“These are the teachings about mildew on pieces of cloth (either woven or knitted) or leather, to decide if they are clean or unclean.”

The Word of the Lord.
Thanks be to God.

Pause for Reflection……


(Take a moment to bring to God any issues that have arisen during the morning.  You may like to end with the following prayer…)

Lord Jesus, we thank you for another morning in Your House,
For the Word as pronounced to your people,
For the Worship as presented by your people,
For the Witness as proclaimed through your people,
And for the gathering of your Bride all over the world.
We ask your blessings upon the rest of this day,
May we enjoy Sabbath rest, renewed strength and a firmer hope,
As we run the race and stretch forth towards the prize.  Amen


GRACE (Optional)


Lord God, we thank you for your gift to us of this food;
Produce of earth, sky, many living beings, and much hard work.

May we eat with prayerfulness, gratitude and moderation;
With renewed minds and spirit-controlled appetites.

May we eat with compassion for those who hunger today,
And in such a way that reduces the suffering of all creatures;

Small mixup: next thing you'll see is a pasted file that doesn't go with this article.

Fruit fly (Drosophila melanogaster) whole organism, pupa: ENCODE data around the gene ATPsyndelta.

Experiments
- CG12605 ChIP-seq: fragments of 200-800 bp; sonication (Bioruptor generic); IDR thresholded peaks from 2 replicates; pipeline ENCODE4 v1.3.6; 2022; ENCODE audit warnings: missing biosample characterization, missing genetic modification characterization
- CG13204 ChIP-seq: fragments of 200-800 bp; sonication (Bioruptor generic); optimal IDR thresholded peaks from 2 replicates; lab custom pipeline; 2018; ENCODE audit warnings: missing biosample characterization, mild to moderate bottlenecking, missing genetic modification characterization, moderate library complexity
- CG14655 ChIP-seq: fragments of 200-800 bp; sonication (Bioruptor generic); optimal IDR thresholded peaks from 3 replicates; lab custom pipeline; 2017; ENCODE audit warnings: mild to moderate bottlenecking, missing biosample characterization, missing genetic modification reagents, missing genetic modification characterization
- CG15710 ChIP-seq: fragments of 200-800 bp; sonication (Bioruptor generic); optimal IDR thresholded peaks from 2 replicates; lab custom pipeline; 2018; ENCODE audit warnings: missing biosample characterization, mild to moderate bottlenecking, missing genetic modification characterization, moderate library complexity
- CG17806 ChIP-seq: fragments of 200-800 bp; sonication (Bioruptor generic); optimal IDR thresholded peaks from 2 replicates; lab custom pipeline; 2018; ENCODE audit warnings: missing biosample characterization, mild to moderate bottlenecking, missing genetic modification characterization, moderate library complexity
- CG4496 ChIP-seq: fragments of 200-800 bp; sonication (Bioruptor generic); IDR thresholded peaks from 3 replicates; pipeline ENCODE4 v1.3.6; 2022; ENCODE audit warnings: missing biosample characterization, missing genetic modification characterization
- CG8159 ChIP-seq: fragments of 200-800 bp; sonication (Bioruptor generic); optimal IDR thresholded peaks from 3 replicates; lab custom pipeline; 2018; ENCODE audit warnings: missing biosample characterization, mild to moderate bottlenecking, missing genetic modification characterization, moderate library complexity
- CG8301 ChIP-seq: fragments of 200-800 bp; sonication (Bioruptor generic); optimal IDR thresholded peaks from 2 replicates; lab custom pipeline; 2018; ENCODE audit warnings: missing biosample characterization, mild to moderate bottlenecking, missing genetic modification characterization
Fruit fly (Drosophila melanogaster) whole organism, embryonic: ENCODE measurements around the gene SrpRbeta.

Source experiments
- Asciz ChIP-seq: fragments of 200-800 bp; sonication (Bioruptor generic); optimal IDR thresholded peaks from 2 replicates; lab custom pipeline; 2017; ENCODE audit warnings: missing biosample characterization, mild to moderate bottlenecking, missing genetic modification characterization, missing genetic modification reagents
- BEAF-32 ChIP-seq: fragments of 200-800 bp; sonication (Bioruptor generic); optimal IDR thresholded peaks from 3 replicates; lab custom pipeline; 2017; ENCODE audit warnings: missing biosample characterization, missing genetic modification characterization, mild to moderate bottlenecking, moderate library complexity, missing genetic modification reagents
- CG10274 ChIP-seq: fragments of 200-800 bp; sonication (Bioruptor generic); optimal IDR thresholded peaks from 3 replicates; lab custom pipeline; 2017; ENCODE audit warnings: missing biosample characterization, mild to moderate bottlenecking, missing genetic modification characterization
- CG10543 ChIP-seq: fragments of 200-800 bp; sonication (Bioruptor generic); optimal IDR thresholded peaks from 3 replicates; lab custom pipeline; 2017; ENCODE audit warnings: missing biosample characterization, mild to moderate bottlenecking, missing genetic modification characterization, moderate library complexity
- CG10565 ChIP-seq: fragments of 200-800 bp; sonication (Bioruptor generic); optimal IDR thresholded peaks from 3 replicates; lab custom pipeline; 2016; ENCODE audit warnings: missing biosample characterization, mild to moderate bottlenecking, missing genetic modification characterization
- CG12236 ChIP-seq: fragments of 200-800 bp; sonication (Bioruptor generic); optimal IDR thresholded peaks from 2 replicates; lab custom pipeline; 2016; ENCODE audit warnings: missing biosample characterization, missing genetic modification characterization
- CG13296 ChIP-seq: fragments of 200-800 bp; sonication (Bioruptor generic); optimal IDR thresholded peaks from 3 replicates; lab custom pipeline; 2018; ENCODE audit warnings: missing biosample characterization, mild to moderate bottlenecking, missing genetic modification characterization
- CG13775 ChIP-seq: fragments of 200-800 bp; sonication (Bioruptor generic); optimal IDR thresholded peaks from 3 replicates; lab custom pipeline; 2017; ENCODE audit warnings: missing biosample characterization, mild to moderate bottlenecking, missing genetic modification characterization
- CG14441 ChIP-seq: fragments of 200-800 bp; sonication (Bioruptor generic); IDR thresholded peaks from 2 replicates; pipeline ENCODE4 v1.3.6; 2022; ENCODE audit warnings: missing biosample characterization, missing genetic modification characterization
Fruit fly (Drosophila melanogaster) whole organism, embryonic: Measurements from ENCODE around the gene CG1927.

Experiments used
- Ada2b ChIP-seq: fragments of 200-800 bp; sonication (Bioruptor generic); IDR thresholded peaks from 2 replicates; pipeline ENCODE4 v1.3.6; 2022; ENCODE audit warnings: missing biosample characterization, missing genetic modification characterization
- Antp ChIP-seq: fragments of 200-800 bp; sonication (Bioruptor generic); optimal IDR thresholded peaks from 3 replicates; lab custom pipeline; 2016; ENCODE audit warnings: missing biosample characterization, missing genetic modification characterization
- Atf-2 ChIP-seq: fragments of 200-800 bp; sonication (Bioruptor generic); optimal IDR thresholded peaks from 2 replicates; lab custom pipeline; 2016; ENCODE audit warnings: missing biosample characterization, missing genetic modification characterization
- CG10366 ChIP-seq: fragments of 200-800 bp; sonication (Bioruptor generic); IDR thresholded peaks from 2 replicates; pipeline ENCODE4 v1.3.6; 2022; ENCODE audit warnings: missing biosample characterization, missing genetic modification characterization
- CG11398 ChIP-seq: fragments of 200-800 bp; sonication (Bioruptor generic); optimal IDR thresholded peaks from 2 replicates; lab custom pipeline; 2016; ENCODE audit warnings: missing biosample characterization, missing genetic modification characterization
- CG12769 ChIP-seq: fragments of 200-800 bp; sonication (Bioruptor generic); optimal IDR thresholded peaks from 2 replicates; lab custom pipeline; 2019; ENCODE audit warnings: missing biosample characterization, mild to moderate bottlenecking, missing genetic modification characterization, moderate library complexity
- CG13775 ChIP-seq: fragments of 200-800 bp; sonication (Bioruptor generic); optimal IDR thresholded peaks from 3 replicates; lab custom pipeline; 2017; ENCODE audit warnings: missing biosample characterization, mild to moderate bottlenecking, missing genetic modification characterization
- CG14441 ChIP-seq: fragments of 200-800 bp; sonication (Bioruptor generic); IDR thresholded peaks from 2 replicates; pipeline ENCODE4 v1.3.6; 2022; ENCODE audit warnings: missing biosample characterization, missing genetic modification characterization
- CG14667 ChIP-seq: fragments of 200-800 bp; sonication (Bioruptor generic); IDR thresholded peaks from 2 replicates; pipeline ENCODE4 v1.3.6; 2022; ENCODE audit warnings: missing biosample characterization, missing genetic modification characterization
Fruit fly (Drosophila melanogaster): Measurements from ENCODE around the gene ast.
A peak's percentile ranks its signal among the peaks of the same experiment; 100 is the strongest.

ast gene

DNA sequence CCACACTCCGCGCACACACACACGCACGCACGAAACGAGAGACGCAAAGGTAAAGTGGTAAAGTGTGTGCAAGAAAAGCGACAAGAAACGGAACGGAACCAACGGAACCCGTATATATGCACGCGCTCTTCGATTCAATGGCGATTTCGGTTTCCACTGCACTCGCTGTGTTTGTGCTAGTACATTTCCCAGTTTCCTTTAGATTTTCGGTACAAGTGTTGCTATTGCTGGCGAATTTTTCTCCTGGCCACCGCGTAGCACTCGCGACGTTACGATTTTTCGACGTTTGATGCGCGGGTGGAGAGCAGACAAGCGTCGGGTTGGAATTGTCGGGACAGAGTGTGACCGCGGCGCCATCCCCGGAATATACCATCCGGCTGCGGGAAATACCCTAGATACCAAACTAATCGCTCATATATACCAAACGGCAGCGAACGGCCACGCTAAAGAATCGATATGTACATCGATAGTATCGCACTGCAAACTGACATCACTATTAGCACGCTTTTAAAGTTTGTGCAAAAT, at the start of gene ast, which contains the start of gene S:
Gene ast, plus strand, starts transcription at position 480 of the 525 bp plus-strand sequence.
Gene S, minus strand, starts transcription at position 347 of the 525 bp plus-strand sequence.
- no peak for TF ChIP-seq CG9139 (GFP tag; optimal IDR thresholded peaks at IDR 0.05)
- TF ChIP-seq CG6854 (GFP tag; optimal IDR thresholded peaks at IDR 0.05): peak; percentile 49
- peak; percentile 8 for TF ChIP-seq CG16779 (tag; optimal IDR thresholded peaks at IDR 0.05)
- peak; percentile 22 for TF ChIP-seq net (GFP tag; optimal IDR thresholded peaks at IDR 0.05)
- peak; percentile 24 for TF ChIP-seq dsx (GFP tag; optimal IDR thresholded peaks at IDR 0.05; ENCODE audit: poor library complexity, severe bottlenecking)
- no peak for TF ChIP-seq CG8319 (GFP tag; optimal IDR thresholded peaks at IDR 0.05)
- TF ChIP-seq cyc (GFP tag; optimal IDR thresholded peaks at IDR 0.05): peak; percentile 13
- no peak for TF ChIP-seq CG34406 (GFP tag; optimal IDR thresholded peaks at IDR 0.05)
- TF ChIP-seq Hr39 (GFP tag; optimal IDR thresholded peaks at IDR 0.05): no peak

Healing and preserving our precious planet.

Use this food to strengthen our bodies, revive our spirits,
Nurture our family and nourish our resolve;
That we may continue to serve all that lives with all our life. Amen

Psalms in Bold – Scripture taken from the New King James Version®. Copyright © 1982 by Thomas Nelson. Used by permission. All rights reserved

All other Psalms – Scripture quotations are taken from The Living Bible copyright © 1971. Used by permission of Tyndale House Publishers, a Division of Tyndale House Ministries, Carol Stream, Illinois 60188. All rights reserved.

All other Scripture taken from The Holy Bible, New Century Version®. Copyright © 2005 by Thomas Nelson. Used by permission. All rights reserved.